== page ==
If you are injured at work in the state of New York, you can collect workers’ compensation benefits. The benefits should cover your medical expenditures and you may also receive disability income. You can receive these benefits for a long period of time after you make your initial claim, until you recover from your injuries. While you are receiving benefits, you may be able to continue to do some work for your employer.
Many people who receive workers’ compensation benefits are concerned about whether their employer will treat them fairly. One common question that arises is whether it is possible for an employer to fire someone who is on workers’ compensation. The answer to this question is: it depends.
As the New York State Office of the Attorney General stipulates, New York is an employment-at-will state. This essentially means that unless you have an employment contract saying otherwise, your employer can fire you any time for any reason or for no reason at all.
However, the law carves out some important exceptions to employment-at-will and establishes certain reasons why your employer can’t fire you. For example, your employer can’t fire you because of your gender or religion, since Title VII of the Civil Rights Act of 1964 makes this type of discrimination against the law. If your employer is covered by Family and Medical Leave Act (FMLA), then you are also entitled to take up to 12 weeks of unpaid leave because of an illness or injury and your employer cannot fire you because you take this time off.
New York workers’ compensation law creates another exception to employment-at-will rules. Under NY Workers’ Comp Law section 10-35, an employer is prohibited from discharging or discriminating against you because you filed a workers’ compensation or disability benefits claim. An employer is also prohibited by this code section from firing you because you testified before the Workers’ Compensation Board.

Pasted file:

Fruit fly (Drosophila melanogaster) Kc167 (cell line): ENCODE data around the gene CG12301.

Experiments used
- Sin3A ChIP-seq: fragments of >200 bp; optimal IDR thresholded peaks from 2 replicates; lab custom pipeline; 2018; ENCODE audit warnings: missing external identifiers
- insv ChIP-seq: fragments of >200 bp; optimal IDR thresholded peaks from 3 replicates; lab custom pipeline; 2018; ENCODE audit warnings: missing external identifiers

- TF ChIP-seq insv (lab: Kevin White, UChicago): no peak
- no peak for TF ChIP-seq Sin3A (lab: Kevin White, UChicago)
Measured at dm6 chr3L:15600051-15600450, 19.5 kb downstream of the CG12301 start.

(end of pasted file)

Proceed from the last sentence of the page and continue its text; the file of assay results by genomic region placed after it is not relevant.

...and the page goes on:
Because of these provisions in the NY workers’ comp rules, your employer may be liable for wrongful termination you were fired as a result of your work injury or your workers’ comp claim. However, your employer could still fire you for other reasons. If, for example, you kept working at your job while receiving work injury benefits and you made a mistake or did something wrong, then your employer could fire you.
The basic rule, therefore, is that your employer doesn’t have to give you special treatment or keep you employed just because you are on workers’ comp, but the employer also can’t terminate you just because you are on workers’ comp. Any decision about your termination must be made entirely independently of the fact that you suffered a work injury.
It can sometimes be difficult to determine if your employer acted within the bounds of the law or if your employer wrongfully terminated you due to a workers’ comp claim. It is advisable to speak with an experienced attorney about your situation to determine if your employer acted legally. Call The Perecman Firm, P.L.L.C., if you are laid off after a work injury to have your case evaluated for free by an experienced member of our legal team.